Defense Verdict re Allegations of Bowel Obstruction Causing Stroke
New York, March 16, 2023. Andrew Garson continued his string of jury verdicts, with a unanimous defense verdict after a four-week 2023 trial in Suffolk County Supreme Court. Plaintiff, a 42 year old nurse-midwife and Stony Brook professor, was permanently brain damaged and crippled, rendered blind, and was unable to work and perform activities of daily living after she suffered a stroke allegedly due to the Defendant’s failure to timely diagnose a bowel obstruction. This resulted in septic shock, brain hemorrhage, coma, and a massive bleeding disorder. Plaintiff’s claim arose from a gastric bypass procedure performed by Defendant, as shortly thereafter she complained of problems including excruciating pain and gastrointestinal malfunction persisting over an eighteen-month period, requiring longstanding treatment with narcotics. She claimed that Defendant continually advised her, despite her persistent and progressive complaints, that this was a normal part of recovery and she “should go live her life.” At trial, Plaintiff’s central theory was that Defendant never considered or recognized that there was an abdominal hernia present, causing a bowel obstruction. The claim was that if the Defendant had performed timely surgical intervention, the patient’s catastrophic and permanent injuries would have been avoided. Three experts were called in to support Plaintiff’s claims, asserting that imaging studies during the period at issue demonstrate injuries to her GI tract and a bowel obstruction. Plaintiff subsequently underwent multiple surgeries, removing 80% of her bowel as well as a number of other procedures, to attempt to alleviate her neurologic and abdominal deficits.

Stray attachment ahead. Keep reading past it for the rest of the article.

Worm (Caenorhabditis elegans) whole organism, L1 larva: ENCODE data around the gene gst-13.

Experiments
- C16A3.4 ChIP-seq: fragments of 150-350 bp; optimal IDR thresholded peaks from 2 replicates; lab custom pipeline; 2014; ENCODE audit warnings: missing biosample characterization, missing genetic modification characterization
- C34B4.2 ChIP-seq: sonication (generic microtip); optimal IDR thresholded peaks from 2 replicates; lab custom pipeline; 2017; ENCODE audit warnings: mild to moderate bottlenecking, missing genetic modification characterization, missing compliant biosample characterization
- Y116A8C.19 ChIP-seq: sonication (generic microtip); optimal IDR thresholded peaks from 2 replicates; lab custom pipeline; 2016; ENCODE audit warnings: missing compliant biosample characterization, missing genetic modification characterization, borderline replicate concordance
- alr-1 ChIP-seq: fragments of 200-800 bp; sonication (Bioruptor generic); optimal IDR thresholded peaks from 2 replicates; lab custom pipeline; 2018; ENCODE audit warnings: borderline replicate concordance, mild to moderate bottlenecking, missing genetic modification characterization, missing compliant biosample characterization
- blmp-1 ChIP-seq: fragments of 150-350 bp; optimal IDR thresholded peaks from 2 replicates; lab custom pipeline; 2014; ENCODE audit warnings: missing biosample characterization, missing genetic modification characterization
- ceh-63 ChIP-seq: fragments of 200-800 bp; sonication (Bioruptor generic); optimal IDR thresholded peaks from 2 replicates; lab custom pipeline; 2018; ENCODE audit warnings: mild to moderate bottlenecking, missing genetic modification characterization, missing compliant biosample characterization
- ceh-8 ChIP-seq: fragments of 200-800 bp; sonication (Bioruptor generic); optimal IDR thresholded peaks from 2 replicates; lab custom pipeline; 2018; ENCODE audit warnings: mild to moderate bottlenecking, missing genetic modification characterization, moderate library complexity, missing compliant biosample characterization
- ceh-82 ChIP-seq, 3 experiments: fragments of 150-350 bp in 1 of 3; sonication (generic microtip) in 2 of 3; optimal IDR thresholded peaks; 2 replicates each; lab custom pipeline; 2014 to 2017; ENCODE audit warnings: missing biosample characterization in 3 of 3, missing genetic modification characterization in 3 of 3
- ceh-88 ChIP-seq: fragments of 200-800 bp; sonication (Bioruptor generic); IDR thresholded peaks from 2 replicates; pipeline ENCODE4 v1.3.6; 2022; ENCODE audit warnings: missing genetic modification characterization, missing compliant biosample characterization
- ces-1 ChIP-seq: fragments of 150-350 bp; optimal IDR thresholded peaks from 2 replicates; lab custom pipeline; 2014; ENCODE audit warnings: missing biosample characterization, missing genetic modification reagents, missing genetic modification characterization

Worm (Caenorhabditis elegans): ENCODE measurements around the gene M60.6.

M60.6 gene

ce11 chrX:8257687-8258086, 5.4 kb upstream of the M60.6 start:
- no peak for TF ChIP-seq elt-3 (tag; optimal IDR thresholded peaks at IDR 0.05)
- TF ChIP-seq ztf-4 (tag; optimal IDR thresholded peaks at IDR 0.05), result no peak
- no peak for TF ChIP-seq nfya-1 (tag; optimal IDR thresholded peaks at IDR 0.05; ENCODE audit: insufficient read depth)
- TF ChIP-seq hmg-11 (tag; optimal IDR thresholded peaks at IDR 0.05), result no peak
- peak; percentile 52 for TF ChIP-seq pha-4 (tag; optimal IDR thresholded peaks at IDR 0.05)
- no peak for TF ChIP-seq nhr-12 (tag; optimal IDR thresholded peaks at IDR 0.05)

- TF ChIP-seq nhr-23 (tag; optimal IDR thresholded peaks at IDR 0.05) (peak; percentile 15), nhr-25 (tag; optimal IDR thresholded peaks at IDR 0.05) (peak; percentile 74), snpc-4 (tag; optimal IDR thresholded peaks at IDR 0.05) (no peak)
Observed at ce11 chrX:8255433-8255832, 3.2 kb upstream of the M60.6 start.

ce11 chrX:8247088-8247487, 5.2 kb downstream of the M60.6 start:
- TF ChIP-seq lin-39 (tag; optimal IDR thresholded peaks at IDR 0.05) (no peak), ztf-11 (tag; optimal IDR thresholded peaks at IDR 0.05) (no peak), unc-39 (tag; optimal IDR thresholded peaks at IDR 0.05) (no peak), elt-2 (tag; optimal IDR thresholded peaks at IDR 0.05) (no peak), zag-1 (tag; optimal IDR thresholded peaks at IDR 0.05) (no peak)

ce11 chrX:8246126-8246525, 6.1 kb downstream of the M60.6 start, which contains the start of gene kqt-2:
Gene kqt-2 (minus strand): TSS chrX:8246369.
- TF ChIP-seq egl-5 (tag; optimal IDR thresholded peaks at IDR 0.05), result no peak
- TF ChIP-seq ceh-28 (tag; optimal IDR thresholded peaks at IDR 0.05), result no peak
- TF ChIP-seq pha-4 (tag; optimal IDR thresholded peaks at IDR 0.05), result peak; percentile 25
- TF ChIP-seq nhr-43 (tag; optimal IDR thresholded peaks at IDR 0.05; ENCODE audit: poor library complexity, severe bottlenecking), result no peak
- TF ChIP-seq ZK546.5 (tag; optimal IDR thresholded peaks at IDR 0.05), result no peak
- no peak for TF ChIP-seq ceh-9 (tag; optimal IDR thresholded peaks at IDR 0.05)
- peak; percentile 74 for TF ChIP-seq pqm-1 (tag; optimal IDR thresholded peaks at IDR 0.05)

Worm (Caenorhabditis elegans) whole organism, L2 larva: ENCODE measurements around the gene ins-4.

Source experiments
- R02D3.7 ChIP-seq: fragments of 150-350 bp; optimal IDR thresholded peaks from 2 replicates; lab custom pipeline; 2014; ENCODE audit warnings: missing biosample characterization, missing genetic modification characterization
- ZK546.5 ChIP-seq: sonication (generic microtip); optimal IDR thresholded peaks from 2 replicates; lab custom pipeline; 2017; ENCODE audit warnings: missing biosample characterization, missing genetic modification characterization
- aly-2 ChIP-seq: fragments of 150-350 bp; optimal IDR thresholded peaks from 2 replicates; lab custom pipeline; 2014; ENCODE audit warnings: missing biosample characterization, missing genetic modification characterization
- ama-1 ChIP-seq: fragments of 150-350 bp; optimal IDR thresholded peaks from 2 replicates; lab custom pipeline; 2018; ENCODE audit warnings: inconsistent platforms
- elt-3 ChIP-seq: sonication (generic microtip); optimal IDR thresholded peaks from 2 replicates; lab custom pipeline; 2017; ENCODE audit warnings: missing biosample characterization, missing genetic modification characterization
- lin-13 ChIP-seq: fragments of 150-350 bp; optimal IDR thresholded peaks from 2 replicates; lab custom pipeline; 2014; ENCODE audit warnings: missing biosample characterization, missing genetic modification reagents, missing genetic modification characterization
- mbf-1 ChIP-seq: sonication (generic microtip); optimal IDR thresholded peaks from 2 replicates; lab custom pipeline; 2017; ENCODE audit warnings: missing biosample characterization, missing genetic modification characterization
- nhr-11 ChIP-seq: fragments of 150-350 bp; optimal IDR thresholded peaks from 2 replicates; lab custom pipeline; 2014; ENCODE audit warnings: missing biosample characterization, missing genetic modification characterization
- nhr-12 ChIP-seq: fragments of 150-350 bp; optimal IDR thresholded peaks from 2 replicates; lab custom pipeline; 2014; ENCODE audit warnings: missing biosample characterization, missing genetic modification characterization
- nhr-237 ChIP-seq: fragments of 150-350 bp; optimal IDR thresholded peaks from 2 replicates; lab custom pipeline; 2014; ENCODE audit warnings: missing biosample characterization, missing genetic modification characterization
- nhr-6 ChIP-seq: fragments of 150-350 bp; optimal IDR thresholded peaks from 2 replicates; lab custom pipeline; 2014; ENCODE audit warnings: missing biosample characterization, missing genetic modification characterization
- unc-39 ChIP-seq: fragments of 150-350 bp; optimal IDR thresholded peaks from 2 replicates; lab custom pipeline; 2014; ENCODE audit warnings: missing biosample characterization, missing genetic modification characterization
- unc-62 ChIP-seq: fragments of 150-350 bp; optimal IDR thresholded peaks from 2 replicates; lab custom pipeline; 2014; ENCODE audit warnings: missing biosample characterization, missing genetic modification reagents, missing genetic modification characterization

The Defendant, a highly experienced surgeon, explained to the jury that the patient’s complaints and symptoms were recognized complications of the surgery, which involves a lengthy period of convalescence. The Defendant followed her in numerous office visits, documenting her condition in detail, and was very attentive to her complaints, during which time the Plaintiff never had a definitive hernia or bowel obstruction. Additionally, at no time did her primary care physician, her gastroenterologist, or any other of several consultants ever diagnose a bowel obstruction. Accordingly, the Defendant surgeon acted appropriately, and the problems the Plaintiff suffered, which occurred after she left his care, could not be objectively tied to him.
After four weeks of trial, the jury returned a unanimous defense verdict in less than 30 minutes.
This was the eighth medical malpractice trial to verdict for Mr. Garson, in the past thirteen months.